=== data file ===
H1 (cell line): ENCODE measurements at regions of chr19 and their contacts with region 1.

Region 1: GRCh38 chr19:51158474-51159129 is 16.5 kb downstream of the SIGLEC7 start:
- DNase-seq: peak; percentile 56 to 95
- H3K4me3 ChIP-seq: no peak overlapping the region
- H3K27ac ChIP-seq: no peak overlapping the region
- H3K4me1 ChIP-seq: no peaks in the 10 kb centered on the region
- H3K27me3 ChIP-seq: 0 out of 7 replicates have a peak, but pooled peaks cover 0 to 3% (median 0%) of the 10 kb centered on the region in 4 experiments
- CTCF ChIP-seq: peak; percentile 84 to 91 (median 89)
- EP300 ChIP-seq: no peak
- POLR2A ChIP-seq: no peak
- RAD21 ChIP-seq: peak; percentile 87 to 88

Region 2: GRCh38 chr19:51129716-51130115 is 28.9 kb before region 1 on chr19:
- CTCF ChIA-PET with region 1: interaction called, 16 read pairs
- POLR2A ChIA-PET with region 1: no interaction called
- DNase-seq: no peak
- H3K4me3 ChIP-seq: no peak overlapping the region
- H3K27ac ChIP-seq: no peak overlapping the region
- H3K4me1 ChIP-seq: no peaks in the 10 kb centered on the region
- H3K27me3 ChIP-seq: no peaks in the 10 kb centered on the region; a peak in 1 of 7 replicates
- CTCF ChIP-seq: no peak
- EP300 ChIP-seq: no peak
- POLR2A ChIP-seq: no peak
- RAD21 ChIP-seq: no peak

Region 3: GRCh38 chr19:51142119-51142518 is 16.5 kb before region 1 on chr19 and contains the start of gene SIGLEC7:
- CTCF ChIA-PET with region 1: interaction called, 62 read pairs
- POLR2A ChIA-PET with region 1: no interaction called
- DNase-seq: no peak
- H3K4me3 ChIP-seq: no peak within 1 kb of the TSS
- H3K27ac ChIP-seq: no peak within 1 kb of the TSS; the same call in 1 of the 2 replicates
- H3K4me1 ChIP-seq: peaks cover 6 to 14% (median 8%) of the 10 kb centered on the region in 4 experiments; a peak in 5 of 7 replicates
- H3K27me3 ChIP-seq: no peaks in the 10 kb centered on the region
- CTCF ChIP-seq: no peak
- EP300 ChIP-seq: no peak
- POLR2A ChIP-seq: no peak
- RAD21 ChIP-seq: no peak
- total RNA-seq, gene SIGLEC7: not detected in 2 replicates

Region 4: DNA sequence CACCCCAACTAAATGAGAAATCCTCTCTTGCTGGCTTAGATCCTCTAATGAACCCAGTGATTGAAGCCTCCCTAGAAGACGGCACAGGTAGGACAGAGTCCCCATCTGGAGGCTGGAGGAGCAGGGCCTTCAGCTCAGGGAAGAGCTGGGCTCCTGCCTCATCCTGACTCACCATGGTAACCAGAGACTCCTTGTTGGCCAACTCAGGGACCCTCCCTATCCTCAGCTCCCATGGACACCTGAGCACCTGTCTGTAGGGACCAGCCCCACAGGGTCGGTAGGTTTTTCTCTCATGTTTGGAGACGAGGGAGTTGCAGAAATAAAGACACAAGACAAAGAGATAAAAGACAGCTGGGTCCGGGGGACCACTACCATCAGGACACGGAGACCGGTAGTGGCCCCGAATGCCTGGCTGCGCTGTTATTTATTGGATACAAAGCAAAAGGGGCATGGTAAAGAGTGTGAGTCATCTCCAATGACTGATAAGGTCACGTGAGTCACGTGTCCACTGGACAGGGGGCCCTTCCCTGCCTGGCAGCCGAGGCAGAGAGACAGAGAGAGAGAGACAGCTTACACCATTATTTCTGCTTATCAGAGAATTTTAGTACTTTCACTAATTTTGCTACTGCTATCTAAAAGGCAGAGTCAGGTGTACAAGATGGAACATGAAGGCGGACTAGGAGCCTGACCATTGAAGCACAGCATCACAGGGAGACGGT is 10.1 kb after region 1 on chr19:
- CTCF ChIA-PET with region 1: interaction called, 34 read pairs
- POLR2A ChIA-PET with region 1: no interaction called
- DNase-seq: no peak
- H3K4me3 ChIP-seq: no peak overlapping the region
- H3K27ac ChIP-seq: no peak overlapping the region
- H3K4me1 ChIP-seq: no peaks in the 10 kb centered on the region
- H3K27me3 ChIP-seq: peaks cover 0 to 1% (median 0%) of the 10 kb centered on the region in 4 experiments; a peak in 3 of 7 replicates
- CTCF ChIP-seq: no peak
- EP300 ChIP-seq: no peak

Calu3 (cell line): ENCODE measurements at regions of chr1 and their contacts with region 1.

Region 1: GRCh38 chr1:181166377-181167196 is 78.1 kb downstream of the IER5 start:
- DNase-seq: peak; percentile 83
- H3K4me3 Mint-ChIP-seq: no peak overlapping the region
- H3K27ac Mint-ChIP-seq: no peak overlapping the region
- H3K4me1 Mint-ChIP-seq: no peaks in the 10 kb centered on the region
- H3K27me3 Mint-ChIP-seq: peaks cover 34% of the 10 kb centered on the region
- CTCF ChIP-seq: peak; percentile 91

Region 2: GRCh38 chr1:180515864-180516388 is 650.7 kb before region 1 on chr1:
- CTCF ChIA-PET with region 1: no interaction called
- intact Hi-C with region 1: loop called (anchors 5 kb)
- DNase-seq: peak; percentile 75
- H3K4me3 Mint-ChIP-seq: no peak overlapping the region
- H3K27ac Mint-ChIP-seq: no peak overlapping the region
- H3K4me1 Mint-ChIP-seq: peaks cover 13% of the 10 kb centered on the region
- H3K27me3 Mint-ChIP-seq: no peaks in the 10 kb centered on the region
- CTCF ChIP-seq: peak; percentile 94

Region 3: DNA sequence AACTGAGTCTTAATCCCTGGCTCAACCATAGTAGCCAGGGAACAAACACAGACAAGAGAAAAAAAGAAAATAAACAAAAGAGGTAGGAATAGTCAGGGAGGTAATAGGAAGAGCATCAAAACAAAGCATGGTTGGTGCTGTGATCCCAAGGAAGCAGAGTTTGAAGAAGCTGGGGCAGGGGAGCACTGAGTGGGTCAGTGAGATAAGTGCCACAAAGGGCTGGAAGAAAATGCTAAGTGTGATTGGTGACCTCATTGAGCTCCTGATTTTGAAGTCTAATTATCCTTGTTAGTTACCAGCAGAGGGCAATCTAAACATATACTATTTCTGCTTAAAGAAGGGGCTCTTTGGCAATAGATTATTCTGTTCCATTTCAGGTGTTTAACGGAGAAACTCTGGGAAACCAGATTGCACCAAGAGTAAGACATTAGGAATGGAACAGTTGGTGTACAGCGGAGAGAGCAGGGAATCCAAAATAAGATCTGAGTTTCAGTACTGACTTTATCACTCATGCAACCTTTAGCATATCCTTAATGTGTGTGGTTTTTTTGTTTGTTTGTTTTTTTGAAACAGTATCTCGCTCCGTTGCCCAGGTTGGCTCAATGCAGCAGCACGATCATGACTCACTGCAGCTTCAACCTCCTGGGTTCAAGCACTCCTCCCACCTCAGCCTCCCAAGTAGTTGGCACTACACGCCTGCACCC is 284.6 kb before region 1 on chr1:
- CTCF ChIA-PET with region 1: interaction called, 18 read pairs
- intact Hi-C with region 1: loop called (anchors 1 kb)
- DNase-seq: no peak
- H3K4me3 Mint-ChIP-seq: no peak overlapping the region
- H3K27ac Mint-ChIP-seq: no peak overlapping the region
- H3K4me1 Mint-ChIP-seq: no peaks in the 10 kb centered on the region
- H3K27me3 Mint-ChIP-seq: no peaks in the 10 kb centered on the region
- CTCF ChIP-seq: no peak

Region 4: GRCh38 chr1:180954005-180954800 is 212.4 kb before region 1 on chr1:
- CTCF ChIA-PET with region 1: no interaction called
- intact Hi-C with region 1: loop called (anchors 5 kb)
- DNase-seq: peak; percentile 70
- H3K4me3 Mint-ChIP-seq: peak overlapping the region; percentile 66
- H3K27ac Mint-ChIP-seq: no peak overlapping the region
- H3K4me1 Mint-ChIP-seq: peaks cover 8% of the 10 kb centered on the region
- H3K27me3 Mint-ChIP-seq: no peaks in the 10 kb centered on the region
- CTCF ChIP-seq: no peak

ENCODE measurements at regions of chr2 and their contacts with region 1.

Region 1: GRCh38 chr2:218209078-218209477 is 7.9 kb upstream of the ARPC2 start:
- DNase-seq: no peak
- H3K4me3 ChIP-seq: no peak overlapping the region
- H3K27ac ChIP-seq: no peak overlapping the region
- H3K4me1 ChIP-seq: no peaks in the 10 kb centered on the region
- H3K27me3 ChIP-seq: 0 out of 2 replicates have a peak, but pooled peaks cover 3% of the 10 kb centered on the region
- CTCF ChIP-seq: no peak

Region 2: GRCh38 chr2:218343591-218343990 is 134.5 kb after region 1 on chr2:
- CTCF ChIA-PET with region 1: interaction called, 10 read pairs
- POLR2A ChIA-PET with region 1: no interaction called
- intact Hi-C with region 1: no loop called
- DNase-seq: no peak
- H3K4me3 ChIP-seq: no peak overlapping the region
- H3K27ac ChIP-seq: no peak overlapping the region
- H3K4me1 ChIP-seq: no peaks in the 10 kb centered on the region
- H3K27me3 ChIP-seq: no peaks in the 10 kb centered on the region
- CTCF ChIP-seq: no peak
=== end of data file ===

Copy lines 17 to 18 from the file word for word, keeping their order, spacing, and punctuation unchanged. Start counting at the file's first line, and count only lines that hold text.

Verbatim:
- H3K27ac ChIP-seq: no peak overlapping the region
- H3K4me1 ChIP-seq: no peaks in the 10 kb centered on the region